A Year Tomorrow

Tomorrow marks a year since my life has changed due to Covid.  In many ways it was a sad year…in many ways, it was a good year.  I think I’m more of a glass-half-full girl so while many have bemoaned the terribleness of staying home more, I really haven’t.  I’ve always been a homebody girl.

Here are some of the things I’ve really enjoyed in the last year.

Going to the doctor is so different
-Limited wait times in the waiting room
-I can communicate and be served better by the doctor through messages.  Several times I was able to communicate with my doctor using the message service thus was prevented from having to go in and be seen.  I’ve so appreciated this.  I really hope it can continue.

Family Face Time
-Facing timing with five kids at once with kids running around in the background is a little bit of a joke but being we aren’t together as often, we’ve started a tradition of doing this a little more.
-We started a new tradition of getting together on birthdays and singing to the person with the birthday.  I hope that continues.

Pick up


-I love grocery pickup.  I have saved so much time doing grocery pickup.
-On the reverse, I love going to the grocery store now when I do go.  It seems like a whole new world opens up when I go.  There are so many options that I didn’t see as options before.  Going to get groceries isn’t quite the chore it was.

Staying Home When Sick
-I know some people hate that we are all encouraged to stay home when we are sick.  I love it.  Think of how much less spreading of colds and such are happening now.  My childcare parents used to bring kids to childcare that obviously needed to stay home.  Now their workplaces are more flexible and understanding and let parents stay home with their child.  I’m sad that things haven’t always been like that…I hope workplaces can stay that way.  I think it’s so good for everyone.

-So many times the best medicine for any cold or illness is rest.  I think people are doing more of that…and that’s good.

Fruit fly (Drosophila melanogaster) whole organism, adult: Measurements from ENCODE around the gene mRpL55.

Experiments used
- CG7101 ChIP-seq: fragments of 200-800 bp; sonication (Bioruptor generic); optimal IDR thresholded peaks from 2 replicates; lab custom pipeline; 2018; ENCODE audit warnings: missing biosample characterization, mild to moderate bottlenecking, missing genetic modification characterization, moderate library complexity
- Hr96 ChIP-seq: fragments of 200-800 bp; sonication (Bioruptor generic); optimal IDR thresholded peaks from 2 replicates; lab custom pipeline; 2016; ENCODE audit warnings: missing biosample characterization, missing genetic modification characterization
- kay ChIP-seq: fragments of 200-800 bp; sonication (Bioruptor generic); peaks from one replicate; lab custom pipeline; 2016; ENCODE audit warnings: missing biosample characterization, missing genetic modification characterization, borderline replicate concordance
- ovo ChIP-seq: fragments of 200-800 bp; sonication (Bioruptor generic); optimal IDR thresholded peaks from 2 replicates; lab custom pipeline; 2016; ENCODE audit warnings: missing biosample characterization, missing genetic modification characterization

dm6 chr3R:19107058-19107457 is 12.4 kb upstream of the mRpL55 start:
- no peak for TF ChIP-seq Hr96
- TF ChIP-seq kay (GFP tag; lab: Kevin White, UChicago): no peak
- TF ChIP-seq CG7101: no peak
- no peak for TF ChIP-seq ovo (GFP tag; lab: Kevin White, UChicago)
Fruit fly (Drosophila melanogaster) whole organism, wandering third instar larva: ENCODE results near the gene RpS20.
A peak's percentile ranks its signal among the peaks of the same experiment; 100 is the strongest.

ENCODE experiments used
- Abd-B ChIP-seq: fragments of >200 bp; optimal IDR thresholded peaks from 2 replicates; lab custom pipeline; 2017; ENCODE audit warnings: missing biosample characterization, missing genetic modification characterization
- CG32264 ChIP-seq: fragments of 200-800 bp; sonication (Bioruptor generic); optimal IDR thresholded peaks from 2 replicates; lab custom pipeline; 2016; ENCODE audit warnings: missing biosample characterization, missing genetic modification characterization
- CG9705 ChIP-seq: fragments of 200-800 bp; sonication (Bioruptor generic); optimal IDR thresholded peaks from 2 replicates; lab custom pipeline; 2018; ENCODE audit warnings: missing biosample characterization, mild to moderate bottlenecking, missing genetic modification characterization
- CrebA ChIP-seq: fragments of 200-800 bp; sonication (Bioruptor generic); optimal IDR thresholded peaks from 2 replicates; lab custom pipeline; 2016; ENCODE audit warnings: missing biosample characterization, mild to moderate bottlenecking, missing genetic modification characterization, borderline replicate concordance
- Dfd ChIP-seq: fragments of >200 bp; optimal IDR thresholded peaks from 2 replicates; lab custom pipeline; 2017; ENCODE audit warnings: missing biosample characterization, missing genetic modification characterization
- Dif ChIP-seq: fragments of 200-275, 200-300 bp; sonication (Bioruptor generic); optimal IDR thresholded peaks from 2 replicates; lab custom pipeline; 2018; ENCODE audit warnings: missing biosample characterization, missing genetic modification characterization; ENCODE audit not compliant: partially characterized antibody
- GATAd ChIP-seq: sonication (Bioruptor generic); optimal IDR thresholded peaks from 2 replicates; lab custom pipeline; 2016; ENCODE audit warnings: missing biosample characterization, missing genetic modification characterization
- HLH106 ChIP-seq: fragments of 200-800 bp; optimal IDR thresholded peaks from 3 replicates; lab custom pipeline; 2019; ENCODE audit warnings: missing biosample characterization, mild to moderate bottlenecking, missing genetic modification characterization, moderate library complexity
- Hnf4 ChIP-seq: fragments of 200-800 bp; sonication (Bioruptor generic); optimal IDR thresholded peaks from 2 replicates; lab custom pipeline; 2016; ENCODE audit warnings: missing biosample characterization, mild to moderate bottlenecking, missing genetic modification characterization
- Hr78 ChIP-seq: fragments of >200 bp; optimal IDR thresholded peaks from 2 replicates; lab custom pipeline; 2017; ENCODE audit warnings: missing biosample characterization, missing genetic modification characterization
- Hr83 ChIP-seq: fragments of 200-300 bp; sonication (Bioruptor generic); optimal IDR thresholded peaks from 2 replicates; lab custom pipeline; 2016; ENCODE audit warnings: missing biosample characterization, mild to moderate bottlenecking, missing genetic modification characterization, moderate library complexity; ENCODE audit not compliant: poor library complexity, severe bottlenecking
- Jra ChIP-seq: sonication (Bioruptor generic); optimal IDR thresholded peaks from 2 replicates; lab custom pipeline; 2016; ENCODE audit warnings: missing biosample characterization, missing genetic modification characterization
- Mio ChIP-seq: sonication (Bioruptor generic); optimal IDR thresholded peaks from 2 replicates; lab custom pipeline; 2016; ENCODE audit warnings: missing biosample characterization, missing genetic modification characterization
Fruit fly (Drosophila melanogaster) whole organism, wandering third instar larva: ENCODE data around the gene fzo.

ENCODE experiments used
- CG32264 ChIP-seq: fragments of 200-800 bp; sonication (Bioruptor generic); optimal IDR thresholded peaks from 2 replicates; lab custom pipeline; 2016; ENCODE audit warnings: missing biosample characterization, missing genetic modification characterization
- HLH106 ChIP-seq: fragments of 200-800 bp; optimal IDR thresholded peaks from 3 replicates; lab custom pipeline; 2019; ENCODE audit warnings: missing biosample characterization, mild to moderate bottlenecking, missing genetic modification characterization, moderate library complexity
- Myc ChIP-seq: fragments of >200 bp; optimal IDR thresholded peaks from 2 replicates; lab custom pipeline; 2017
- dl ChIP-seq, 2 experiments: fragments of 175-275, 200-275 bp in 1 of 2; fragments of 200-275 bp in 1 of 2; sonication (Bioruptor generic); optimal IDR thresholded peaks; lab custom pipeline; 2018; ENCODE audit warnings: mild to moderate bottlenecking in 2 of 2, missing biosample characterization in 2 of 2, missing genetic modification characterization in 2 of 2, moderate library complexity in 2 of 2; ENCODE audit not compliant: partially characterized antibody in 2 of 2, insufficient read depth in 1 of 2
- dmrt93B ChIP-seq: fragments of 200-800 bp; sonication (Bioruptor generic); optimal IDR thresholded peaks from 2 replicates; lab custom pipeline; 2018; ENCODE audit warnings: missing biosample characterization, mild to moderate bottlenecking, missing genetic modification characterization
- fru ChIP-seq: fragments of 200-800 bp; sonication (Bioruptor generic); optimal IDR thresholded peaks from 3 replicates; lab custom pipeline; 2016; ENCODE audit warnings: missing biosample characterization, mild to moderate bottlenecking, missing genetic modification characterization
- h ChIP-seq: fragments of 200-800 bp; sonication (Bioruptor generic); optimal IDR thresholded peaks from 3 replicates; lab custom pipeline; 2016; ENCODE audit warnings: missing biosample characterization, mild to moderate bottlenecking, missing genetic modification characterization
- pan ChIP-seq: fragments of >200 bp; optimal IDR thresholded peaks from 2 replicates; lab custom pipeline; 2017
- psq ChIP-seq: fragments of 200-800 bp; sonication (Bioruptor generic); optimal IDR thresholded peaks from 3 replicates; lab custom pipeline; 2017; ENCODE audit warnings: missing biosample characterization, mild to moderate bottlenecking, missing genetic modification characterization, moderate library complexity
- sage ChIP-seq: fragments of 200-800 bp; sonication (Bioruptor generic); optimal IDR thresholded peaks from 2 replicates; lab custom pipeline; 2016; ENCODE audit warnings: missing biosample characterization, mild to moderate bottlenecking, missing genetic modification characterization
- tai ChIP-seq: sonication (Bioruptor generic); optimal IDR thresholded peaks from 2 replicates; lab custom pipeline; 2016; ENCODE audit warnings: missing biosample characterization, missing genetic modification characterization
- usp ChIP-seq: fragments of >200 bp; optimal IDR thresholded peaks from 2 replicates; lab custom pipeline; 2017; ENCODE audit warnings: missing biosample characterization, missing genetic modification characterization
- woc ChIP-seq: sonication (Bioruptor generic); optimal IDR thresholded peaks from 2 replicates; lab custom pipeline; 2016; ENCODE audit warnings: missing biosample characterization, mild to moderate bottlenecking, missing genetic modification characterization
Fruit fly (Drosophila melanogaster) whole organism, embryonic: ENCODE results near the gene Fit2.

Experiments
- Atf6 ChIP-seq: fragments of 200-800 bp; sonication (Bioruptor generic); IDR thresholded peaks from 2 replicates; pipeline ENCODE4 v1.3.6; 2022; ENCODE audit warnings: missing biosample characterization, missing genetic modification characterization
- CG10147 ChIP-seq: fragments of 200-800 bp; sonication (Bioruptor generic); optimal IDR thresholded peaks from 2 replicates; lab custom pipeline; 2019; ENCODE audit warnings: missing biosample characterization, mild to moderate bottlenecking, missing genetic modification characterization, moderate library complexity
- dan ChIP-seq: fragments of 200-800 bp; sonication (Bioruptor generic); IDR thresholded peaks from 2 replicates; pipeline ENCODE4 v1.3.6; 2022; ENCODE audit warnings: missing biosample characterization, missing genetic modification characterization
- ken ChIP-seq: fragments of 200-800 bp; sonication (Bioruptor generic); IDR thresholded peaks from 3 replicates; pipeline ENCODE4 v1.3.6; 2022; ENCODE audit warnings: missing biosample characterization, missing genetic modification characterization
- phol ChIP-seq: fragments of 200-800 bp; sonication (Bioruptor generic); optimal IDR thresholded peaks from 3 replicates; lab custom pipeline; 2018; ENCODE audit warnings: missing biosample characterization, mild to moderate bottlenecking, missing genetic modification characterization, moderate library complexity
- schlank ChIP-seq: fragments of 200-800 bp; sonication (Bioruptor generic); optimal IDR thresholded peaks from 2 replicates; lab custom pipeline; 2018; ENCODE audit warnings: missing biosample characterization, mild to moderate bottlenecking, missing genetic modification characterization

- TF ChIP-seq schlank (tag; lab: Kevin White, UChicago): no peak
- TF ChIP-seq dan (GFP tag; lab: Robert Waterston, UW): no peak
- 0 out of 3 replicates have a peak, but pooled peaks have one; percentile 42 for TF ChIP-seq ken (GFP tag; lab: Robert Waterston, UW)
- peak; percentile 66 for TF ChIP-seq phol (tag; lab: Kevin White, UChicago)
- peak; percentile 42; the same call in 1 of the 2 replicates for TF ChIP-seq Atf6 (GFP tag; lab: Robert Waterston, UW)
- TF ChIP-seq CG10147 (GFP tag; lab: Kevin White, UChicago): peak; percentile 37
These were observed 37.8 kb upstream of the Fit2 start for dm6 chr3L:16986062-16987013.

Prioritizing and Appreciating
-I think everyone has learned a little more about what is truly important to them.  When you can’t go to the movie theatre, do you find you miss it?  When you can’t meet for regular quilt guild meetings, do you miss it?  When you don’t see your grandchildren as much when you do, is it so much sweeter?

I think all of us have seen that living without some things has made us happier.  I think we’ve all seen that living without some things has made us sadder.  In the hustle of it all before, I think we didn’t take the time to really look and examine, to ask ourselves, do I really love being part of this group?  Do I really miss it?

I think there is going to be a shift in things…I think more people are going to stop doing some things they find they didn’t miss, but also I think some people might join things they previously didn’t do.  I’m sure some people have had more time to quilt and now would like to join a quilt guild.

Nature…
-I think a new appreciation of nature has happened.  I know Karl is someone who does not like staying home.  He has hiked and gotten outdoors more than ever…even winter hiking and night hiking.


I know me, I look at walking Rosie as “getting out”.

I know other families like Kalissa’s family and went crazy about biking.  They even got me out on my bike riding a trail.


When Craig and Kalissa went to upgrade their bikes, they had a really hard time finding bikes.  So many people were buying them.  The same holds true for the outdoor pool they bought.  They had trouble finding one as so many people were buying them up. When people were confined, they hit the great outdoors.  I hope that tradition continues.  A good healthy appreciation of nature is good for us all.